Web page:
# Thread: Proof of approximation for function

1. ## Proof of approximation for function

Hey MathsForum

If $\displaystyle x$ is small, show that $\displaystyle \sqrt{{\left\{\frac{1+x}{1-x}\right\}}} \approx 1 + x + \frac{x^2}{2}$

Can anyone help?

Thanks

Hey MathsForum

If $\displaystyle x$ is small, show that $\displaystyle \sqrt{{\left\{\frac{1+x}{1-x}\right\}}} \approx 1 + x + \frac{x^2}{2}$

Can anyone help?

Thanks
Method 1 - consider the truncated Taylor expansion of

$\displaystyle \sqrt{{\left\{\frac{1+x}{1-x}\right\}}}$

about $\displaystyle 0$

Method 2 - Multiply together the first few terms (and the remainders) of the Taylor series of $\displaystyle \sqrt{1+x}$ and $\displaystyle 1/\sqrt{1-x}$ and discard the terms of order $\displaystyle x^3$ and higher.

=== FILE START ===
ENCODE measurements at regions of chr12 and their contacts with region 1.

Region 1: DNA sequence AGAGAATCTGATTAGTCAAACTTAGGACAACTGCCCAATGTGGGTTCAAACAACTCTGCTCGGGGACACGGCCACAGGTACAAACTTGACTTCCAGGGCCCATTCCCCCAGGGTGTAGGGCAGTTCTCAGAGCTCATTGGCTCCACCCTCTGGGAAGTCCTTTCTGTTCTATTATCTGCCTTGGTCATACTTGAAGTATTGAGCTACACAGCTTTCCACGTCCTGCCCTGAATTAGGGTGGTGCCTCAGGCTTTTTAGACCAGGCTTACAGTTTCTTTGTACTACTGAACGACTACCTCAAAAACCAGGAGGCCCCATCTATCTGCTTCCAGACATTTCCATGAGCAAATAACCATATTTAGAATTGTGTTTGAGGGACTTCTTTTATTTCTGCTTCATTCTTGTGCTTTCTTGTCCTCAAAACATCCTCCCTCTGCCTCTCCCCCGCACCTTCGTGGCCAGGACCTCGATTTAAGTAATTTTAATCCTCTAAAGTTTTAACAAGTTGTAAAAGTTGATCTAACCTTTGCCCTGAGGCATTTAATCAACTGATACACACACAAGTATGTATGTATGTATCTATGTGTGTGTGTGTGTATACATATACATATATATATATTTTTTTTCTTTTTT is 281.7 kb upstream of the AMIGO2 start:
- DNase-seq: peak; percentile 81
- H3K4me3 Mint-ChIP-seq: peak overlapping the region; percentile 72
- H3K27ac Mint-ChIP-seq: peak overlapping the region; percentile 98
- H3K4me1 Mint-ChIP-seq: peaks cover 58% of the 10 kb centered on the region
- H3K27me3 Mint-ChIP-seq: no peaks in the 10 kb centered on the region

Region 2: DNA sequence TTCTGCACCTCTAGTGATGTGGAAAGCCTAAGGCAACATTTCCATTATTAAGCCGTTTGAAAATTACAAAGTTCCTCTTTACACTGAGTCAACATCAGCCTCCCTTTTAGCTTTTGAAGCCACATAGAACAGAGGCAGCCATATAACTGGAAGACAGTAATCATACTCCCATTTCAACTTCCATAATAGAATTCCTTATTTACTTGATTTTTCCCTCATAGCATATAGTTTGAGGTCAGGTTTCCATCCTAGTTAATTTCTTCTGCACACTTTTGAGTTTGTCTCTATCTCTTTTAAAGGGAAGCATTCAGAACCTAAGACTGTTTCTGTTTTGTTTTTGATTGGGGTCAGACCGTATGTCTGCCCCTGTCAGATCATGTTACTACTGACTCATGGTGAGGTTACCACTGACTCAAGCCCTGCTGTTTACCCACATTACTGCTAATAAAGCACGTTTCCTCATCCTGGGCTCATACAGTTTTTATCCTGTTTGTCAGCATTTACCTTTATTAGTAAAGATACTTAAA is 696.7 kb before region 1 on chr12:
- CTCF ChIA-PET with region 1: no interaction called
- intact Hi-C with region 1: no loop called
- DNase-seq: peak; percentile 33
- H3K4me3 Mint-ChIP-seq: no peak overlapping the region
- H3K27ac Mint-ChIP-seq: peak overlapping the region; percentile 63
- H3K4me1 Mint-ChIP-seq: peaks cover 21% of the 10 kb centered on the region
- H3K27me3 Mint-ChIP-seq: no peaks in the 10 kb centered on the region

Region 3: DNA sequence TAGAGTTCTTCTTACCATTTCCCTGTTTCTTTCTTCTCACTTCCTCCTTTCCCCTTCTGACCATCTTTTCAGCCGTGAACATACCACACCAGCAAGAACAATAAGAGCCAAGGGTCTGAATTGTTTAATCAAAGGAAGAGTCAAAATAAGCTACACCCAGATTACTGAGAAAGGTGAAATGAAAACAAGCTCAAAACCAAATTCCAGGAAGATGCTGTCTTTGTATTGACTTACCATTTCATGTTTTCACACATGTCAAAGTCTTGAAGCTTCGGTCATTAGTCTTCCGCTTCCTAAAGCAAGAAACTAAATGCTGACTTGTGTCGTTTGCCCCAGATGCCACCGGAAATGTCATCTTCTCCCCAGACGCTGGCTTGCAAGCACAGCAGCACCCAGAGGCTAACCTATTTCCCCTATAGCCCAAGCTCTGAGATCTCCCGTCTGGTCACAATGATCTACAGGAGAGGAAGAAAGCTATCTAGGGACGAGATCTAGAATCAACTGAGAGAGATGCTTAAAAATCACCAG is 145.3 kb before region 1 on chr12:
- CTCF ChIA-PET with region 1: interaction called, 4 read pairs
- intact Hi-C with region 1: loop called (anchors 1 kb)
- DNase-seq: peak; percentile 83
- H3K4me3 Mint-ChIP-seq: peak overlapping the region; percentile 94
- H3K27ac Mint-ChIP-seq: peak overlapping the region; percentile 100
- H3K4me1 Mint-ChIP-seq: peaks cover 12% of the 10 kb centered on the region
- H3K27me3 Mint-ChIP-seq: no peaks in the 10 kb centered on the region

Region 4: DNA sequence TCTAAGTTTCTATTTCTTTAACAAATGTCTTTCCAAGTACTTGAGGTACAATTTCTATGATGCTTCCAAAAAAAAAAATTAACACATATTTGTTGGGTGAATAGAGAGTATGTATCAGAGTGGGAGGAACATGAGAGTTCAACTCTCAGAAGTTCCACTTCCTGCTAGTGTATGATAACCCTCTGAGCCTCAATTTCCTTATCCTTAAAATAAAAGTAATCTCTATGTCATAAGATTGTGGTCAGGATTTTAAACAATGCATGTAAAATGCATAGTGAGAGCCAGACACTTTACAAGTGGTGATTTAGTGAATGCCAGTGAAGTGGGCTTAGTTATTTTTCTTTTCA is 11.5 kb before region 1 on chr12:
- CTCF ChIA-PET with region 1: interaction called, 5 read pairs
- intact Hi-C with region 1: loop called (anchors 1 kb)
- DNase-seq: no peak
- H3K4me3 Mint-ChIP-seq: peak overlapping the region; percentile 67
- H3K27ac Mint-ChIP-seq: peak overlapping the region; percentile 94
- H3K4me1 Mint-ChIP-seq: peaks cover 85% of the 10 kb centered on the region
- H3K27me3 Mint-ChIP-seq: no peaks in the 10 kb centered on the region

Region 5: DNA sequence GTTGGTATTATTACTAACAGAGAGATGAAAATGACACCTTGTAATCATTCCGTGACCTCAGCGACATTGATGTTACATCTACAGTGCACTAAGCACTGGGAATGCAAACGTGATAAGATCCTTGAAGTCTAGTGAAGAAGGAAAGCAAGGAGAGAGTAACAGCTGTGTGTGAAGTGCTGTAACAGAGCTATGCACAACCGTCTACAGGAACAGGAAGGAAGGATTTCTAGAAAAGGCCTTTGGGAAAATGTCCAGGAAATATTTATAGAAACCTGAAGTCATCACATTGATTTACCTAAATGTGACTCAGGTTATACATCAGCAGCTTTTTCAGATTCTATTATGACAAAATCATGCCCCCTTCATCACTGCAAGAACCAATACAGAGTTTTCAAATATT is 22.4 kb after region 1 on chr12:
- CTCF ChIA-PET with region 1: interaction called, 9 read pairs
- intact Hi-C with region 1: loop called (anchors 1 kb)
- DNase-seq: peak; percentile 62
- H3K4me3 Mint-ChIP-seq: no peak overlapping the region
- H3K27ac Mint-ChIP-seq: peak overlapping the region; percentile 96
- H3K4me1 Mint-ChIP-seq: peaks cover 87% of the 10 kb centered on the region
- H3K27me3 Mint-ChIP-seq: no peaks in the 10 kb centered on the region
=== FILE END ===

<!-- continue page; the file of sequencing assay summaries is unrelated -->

We have:

$\displaystyle (1+x)^{1/2}=1+(1/2)x+(1/2)(-1/2)x^2/2+O(x^3)$

and:

$\displaystyle (1-x)^{-1/2}=1+(-1/2)(-x)+(-1/2)(-3/2)(-x)^2/2+O(x^3)$

so:

$\displaystyle \sqrt{{\left\{\frac{1+x}{1-x}\right\}}}=1+x+(1/4)x^2-(1/8)x^2+(3/8)x^2+O(x^3)$$\displaystyle \approx 1+x+x^2/2$

RonL

3. There is another thing you can do but it is similar to what CaptainBlank said. You can parabolize, remeber in Calculus I you did linearization, that is the best line. Here you do the best parabola, which turns out to be the same coefficients as in the Taylor series.